God protected the Israelites from the poisonous snakes, when they cried out to him (Numbers 21: 4-9). When we feel dried up, eaten up by worldly attractions, we must first acknowledge our need for God, our desire for salvation; we must become aware that our God — full of love for us — is ever watching over us, and gifted us with his precious Son.
The salvation Jesus offers us is greater than the healing the Israelites received. Jesus heals us spiritually. He catches onto the little signs of life left in us after the worms of unfaithfulness disfigured us; he forgives us, strengthens us, guards us under the cool shadow of his cross, raised high. He restores us to a right relationship with God. And he gives us a real hope for heaven. He infuses his graces abundantly in us.
He knows that on our own, we are weak. But when we make the decision to lean on him, he gives us the grace to overcome every challenge we face in life.
The Roman official at Capernaum, begged for help when his son was nearly dead. Jesus promised him: "Go home. Your son will live" (John 4:50). This pagan centurion trusted what Jesus said and began his journey back home, sure that his son would recover. Such is the trust in God we need to develop during this Lent, while battling COVID-19. We can be assured that whatever happens, we are safe in God's hands. Let us today repeat the officer's prayer of faith: "Yes, Lord, we believe."
It is not easy to keep battling the worms of temptation that wear us down. The Lord understands our struggles to follow his ways, to love our enemies, to care for those around us — because he became one of us to make us know the depth of his love. He sympathizes with our pain.
The story of Job strengthens us in our unexpected trials. Stripped of his possessions and reputation, he lost his family and suffered a terrible bodily affliction. Yet Job demonstrated that he was indeed a righteous man — that he trusted in God who had blessed him with a beautiful life and family. In spite of his misfortune, he held fast to God with faith and devotion. Generally, our first response to suffering is anger and resentment. Job's response shows us a way, "We accept good things from God; should we not accept evil?" (Job 2:10).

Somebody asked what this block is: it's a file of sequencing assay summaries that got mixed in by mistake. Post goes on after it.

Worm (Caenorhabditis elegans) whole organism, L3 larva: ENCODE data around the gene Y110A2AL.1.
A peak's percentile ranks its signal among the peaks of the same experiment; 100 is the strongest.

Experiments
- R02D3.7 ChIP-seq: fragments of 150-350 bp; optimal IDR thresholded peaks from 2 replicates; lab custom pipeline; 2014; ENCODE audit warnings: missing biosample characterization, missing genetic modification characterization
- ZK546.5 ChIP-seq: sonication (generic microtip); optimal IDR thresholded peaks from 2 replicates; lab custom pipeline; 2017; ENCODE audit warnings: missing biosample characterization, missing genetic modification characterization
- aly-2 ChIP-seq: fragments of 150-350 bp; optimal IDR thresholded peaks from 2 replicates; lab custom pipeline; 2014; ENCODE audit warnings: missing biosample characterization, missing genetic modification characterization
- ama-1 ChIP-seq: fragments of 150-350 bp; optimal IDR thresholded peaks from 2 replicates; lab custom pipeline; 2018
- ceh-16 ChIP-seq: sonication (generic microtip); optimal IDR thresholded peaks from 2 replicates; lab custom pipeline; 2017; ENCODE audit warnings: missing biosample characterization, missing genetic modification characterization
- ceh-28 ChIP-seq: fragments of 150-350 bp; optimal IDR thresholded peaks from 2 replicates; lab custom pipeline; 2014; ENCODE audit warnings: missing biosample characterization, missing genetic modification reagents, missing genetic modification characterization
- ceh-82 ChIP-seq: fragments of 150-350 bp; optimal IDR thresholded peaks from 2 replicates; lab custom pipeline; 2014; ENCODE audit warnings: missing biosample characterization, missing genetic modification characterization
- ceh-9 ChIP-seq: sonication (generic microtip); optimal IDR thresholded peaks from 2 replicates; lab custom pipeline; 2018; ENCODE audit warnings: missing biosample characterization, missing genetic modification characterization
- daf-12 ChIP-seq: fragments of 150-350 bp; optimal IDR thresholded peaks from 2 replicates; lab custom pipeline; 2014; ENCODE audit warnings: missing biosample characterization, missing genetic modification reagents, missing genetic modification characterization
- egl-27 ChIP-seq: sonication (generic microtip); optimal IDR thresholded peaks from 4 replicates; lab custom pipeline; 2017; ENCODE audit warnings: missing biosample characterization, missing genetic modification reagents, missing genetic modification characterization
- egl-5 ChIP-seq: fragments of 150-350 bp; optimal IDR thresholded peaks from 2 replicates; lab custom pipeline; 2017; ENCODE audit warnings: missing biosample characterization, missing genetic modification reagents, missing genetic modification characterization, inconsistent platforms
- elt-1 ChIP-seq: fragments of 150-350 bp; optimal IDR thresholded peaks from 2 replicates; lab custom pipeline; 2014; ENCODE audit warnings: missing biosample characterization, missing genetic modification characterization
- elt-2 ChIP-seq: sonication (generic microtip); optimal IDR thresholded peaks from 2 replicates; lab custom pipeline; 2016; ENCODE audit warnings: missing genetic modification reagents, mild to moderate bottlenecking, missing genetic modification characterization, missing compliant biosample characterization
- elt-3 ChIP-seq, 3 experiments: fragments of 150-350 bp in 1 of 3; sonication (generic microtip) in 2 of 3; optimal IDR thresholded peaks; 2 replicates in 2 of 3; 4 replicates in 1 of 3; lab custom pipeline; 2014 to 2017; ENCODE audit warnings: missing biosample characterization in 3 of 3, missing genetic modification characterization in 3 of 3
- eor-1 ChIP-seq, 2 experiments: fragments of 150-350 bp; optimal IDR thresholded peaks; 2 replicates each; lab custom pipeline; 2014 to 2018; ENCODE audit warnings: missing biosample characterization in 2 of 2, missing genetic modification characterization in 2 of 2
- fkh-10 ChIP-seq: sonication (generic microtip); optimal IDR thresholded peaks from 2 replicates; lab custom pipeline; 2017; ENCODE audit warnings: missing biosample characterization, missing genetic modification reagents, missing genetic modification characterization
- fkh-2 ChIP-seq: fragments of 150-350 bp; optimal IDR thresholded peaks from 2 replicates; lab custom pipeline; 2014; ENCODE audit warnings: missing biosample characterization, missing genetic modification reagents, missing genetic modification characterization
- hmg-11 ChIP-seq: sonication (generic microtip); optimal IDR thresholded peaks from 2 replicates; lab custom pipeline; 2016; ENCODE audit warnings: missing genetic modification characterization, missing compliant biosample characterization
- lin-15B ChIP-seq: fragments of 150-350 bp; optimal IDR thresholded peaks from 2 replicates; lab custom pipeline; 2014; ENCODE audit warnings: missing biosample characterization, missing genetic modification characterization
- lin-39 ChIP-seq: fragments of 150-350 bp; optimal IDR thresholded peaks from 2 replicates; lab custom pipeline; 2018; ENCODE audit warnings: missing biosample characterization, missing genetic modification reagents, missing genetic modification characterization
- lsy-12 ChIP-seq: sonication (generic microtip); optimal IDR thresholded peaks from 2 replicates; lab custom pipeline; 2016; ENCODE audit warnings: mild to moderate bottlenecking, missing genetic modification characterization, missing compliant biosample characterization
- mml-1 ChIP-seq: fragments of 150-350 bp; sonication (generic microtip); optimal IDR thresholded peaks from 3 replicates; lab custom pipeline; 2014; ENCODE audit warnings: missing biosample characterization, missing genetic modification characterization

The trails of pain and discomfort we endure are like the discipline that any good parent would use to reform his child. The discipline might feel painful at first, but there is great reward in store for us (Job 42:10) when we persevere and cling to Christ; we experience the peace that comes from living for him (Hebrews 12:11).
God wants us to strive for holiness. He does not expect us to do it on our own. He freely showers his grace on us, each time we ask.
And then we begin to proclaim who has revived us, who never gave us up when we were slaves to sin, who has given us new life. "We proclaim Christ crucified, a stumbling block to the Jews and foolishness to gentiles" (1 Corinthians 1:23). Yes, I become the messenger and the message of the one crucified; the crucified and risen Messiah.
Thus, Lent is a journey in faith, growing in Christ as we proceed to good Friday and Easter, the celebration of new life.